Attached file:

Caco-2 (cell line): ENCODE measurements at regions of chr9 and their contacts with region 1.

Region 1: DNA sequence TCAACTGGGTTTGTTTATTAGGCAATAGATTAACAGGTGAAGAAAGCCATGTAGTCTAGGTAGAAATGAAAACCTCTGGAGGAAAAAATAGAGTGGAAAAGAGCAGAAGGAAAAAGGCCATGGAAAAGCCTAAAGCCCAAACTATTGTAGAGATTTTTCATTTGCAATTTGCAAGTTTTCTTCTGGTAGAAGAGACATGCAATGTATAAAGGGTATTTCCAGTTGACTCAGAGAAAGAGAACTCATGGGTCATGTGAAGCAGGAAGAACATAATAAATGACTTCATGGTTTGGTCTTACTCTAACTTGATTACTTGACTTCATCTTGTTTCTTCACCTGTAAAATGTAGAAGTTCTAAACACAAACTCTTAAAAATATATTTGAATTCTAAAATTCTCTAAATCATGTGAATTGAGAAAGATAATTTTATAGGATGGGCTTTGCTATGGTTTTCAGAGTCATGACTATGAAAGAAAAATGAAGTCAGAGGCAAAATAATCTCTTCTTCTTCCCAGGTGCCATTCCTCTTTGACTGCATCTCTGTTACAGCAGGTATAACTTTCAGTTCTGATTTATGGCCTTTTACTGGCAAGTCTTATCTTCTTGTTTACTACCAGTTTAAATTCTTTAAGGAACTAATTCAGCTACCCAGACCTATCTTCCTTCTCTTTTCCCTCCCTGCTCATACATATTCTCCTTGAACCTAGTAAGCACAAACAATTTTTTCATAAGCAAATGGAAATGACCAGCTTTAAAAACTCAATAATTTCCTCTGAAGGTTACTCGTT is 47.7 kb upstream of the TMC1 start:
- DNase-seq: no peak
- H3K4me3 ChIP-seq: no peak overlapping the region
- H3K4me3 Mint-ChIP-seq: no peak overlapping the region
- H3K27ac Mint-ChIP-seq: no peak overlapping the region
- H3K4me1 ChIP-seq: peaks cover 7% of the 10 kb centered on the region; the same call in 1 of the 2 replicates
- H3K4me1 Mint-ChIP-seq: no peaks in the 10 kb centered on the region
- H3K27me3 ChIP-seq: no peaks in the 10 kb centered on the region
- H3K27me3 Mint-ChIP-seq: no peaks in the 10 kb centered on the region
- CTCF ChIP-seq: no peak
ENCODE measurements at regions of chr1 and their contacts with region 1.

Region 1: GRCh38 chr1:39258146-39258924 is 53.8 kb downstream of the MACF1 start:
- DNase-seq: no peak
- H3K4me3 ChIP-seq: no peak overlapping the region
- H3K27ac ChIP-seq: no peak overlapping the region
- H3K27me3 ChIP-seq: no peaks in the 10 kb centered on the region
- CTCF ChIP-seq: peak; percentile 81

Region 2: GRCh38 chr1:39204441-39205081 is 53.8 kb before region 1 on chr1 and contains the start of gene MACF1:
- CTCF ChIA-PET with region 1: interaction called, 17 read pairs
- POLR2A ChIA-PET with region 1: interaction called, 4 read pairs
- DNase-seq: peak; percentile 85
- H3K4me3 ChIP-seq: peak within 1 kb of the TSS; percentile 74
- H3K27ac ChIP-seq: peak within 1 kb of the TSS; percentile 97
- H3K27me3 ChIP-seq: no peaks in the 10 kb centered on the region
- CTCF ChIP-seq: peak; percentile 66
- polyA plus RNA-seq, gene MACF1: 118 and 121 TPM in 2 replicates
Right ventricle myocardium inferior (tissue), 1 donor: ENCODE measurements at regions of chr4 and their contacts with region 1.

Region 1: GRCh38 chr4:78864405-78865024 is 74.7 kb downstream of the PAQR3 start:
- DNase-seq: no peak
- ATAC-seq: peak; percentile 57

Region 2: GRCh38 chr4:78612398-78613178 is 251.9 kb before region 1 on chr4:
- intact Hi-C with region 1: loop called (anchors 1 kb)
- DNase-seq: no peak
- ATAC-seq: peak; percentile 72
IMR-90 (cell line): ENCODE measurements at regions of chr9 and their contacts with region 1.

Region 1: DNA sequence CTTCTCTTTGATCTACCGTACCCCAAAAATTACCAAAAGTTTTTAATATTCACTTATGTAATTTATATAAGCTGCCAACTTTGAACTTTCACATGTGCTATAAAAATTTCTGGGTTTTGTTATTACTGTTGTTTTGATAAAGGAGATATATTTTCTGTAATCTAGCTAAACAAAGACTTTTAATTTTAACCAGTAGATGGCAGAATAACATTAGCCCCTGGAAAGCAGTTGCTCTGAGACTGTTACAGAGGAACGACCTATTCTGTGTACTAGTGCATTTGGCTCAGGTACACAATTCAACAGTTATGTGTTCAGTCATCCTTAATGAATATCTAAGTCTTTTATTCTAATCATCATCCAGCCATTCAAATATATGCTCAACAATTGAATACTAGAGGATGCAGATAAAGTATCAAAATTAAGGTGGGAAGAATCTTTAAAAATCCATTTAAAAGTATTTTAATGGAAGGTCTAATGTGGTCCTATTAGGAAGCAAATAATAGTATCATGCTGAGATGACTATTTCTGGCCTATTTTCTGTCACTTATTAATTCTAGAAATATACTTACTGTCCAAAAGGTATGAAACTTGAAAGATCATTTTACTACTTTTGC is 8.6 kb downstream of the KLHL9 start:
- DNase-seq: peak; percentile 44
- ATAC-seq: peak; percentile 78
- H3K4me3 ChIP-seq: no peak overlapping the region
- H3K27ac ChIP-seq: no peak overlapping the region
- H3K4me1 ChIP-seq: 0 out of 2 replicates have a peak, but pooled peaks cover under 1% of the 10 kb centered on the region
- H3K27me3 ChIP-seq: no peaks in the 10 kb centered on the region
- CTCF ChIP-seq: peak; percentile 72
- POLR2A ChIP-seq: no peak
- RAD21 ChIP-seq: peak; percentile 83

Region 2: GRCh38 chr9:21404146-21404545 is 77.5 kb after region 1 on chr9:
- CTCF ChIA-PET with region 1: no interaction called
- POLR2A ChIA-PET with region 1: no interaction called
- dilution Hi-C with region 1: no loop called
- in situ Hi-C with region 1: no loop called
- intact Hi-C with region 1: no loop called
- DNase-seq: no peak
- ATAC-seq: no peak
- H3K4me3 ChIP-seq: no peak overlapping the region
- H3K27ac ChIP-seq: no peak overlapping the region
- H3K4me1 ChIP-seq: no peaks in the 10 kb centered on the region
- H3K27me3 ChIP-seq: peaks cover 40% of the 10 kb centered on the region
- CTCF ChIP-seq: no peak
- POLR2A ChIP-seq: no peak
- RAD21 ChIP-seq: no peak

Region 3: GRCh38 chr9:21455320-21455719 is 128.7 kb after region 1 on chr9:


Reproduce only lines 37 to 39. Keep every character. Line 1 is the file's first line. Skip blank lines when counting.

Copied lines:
Region 1: DNA sequence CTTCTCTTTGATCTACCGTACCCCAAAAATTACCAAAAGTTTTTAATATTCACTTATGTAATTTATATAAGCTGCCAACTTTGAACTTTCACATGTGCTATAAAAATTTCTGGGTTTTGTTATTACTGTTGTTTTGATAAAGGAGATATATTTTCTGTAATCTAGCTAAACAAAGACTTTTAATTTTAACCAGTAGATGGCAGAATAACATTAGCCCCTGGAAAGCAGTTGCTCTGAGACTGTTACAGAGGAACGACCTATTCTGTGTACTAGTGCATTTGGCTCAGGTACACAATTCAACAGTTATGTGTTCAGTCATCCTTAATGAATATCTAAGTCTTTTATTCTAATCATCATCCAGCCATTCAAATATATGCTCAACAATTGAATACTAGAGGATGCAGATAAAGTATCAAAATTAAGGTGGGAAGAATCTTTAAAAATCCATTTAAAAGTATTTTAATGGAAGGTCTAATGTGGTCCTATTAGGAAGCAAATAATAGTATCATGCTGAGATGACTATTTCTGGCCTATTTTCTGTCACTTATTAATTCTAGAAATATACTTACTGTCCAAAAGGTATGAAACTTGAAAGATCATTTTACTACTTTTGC is 8.6 kb downstream of the KLHL9 start:
- DNase-seq: peak; percentile 44
- ATAC-seq: peak; percentile 78